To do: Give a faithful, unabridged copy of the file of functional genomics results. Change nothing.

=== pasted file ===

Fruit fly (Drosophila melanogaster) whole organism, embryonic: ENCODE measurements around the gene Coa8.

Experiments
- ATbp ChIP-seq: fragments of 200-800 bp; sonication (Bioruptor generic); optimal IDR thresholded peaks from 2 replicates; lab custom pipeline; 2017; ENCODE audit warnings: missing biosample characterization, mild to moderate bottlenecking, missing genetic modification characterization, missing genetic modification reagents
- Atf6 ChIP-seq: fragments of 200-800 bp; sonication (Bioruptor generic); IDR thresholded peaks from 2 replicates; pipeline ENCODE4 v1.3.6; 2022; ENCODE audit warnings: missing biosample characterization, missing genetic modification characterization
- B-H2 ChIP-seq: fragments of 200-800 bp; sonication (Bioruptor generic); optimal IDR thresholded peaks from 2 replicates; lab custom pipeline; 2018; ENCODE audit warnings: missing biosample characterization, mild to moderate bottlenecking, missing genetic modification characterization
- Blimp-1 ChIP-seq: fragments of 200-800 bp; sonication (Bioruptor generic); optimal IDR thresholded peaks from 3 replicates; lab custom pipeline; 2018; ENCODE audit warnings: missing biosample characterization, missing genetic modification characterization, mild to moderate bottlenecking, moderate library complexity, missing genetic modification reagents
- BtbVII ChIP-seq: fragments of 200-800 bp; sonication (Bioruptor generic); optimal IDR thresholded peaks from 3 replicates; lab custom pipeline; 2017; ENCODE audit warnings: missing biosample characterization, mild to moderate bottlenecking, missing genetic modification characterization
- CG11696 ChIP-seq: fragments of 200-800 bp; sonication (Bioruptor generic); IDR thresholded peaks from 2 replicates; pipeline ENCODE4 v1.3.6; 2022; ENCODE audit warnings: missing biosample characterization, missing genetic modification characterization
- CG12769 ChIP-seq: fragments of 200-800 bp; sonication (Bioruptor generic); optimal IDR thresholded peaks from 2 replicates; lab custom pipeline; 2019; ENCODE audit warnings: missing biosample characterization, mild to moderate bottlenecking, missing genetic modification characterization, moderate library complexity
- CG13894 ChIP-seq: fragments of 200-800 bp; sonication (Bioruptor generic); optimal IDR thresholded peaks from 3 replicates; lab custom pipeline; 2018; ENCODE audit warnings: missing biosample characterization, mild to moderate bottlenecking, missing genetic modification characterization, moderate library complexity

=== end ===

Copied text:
Fruit fly (Drosophila melanogaster) whole organism, embryonic: ENCODE measurements around the gene Coa8.

Experiments
- ATbp ChIP-seq: fragments of 200-800 bp; sonication (Bioruptor generic); optimal IDR thresholded peaks from 2 replicates; lab custom pipeline; 2017; ENCODE audit warnings: missing biosample characterization, mild to moderate bottlenecking, missing genetic modification characterization, missing genetic modification reagents
- Atf6 ChIP-seq: fragments of 200-800 bp; sonication (Bioruptor generic); IDR thresholded peaks from 2 replicates; pipeline ENCODE4 v1.3.6; 2022; ENCODE audit warnings: missing biosample characterization, missing genetic modification characterization
- B-H2 ChIP-seq: fragments of 200-800 bp; sonication (Bioruptor generic); optimal IDR thresholded peaks from 2 replicates; lab custom pipeline; 2018; ENCODE audit warnings: missing biosample characterization, mild to moderate bottlenecking, missing genetic modification characterization
- Blimp-1 ChIP-seq: fragments of 200-800 bp; sonication (Bioruptor generic); optimal IDR thresholded peaks from 3 replicates; lab custom pipeline; 2018; ENCODE audit warnings: missing biosample characterization, missing genetic modification characterization, mild to moderate bottlenecking, moderate library complexity, missing genetic modification reagents
- BtbVII ChIP-seq: fragments of 200-800 bp; sonication (Bioruptor generic); optimal IDR thresholded peaks from 3 replicates; lab custom pipeline; 2017; ENCODE audit warnings: missing biosample characterization, mild to moderate bottlenecking, missing genetic modification characterization
- CG11696 ChIP-seq: fragments of 200-800 bp; sonication (Bioruptor generic); IDR thresholded peaks from 2 replicates; pipeline ENCODE4 v1.3.6; 2022; ENCODE audit warnings: missing biosample characterization, missing genetic modification characterization
- CG12769 ChIP-seq: fragments of 200-800 bp; sonication (Bioruptor generic); optimal IDR thresholded peaks from 2 replicates; lab custom pipeline; 2019; ENCODE audit warnings: missing biosample characterization, mild to moderate bottlenecking, missing genetic modification characterization, moderate library complexity
- CG13894 ChIP-seq: fragments of 200-800 bp; sonication (Bioruptor generic); optimal IDR thresholded peaks from 3 replicates; lab custom pipeline; 2018; ENCODE audit warnings: missing biosample characterization, mild to moderate bottlenecking, missing genetic modification characterization, moderate library complexity